Many DC4K leaders have found that older children volunteer to tell their story when younger children are present. Perhaps they don’t feel threatened by a group of younger kids. Younger children who get to serve snack to an older child in the room find their self-worth shining through. Self-respect and respect for others grows in mixed age groups. Ministering to each other flourishes in a healthy family environment. Mixed age grouping mimics that healthy family environment.
Many children will be thrust into a stepfamily long before they are ready. In this new family arrangement while the third grade boy had been used to being the oldest child, now he has older brothers in the house. The baby of the single parent family now might very well be one of the older kids in the family. After being in a mixed age group at DC4K, they will feel more secure being with older or younger children.
Children with no siblings in their family will find an entire group of DC4K siblings. Many will take on the responsibility of adopting a younger child as their brother or sister in the group. This gives everyone the freedom to minister to children of different ages within their DC4K family.
How You Can Utilize Mixed Age Groups in a Traditional Children’s Ministry Setting
While DC4K was written specifically to accommodate mixed age groups in its very structure, you may find it harder to incorporate mixed aged groups in your traditional children’s ministry setting. That said, there are some things you can do (these suggestions are based on a typical large group / small group setting but can be easily adapted to other settings).
1. Encourage Mixed-Age Interactions: Sometimes, the kids in our ministries will gravitate to other kids their own age. Sometimes this is because we encourage it by placing them in age based small groups, and other times it is just natural for kids to desire to be around children their own age. Encourage the children in your ministry to interact with children older and younger than them. Encourage older kids to help younger kids with games and questions. Encourage younger children to seek out an answer from an older child before they approach an adult volunteer. Encourage kids to play together before or after service regardless of their ages.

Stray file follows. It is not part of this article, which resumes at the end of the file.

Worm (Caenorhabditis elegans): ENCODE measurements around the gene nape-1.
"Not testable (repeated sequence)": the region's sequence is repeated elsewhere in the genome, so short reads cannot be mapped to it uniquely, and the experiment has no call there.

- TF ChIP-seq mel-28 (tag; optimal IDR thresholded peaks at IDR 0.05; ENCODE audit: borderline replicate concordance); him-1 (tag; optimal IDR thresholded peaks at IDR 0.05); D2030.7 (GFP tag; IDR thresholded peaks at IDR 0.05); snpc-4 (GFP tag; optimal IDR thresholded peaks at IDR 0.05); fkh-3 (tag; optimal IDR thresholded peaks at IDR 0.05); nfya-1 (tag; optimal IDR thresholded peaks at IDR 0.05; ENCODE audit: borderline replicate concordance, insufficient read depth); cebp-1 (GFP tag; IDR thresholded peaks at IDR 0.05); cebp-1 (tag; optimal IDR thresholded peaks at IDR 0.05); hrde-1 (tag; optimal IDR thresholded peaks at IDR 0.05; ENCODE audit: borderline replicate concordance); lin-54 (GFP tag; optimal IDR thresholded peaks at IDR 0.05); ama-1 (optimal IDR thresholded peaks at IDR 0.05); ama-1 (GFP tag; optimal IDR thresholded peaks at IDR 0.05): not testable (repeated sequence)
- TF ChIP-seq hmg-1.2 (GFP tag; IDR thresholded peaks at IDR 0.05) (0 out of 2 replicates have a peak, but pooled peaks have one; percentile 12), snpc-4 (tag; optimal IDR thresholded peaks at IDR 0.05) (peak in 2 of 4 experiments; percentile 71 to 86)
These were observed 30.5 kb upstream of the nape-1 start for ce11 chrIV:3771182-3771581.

2. Mixed Age Large Groups: Even if your small groups are segregated by age group, allow the kids to interact in the large group setting. Let siblings sit together, so long as they want to and are not disruptive. Children of divorce will find comfort in close proximity to their siblings.
3. Utilize Older Children: Allow older children to assist you in serving younger children. This allows them to spend time with their younger siblings and also gives them control over something. Younger kids will love interacting with, and learning from, the older kids in your ministry.
4. Mixed Age Group Games: Sometimes it is easier, and quicker, to play games based on age groups – “all the first graders get together!” However, consider creating teams which include children of all ages for things like trivia contests or relay races. For children of divorce, this will allow them to be on the same team as an older or younger sibling.
5. Create a “Family” Environment: If we have accepted Jesus as Lord and Savior, then we are all brothers and sisters. What better place exists to show children of divorce what real family should look like? Treat each other like members of the same family with one Heavenly Father rather than adopting a teacher/student type relationship. Help children to understand that they should treat one another like siblings. Create an environment where kids will feel safe and welcome.
6. Don’t Be Rigid: I know that in children’s ministry when you bend the rules for one kid every parent will want you to do the same thing for them. If your options are bend the rule to allow the child of divorce to feel safe and be able to participate or stick to your guns and rules, choose love and make an exception for the child of divorce. We would do as much for a child who lost a parent to death, why not do the same for a child of divorce?
This article is updated and adapted from an article originally published on Divorce Ministry 4 Kids on August 24, 2012.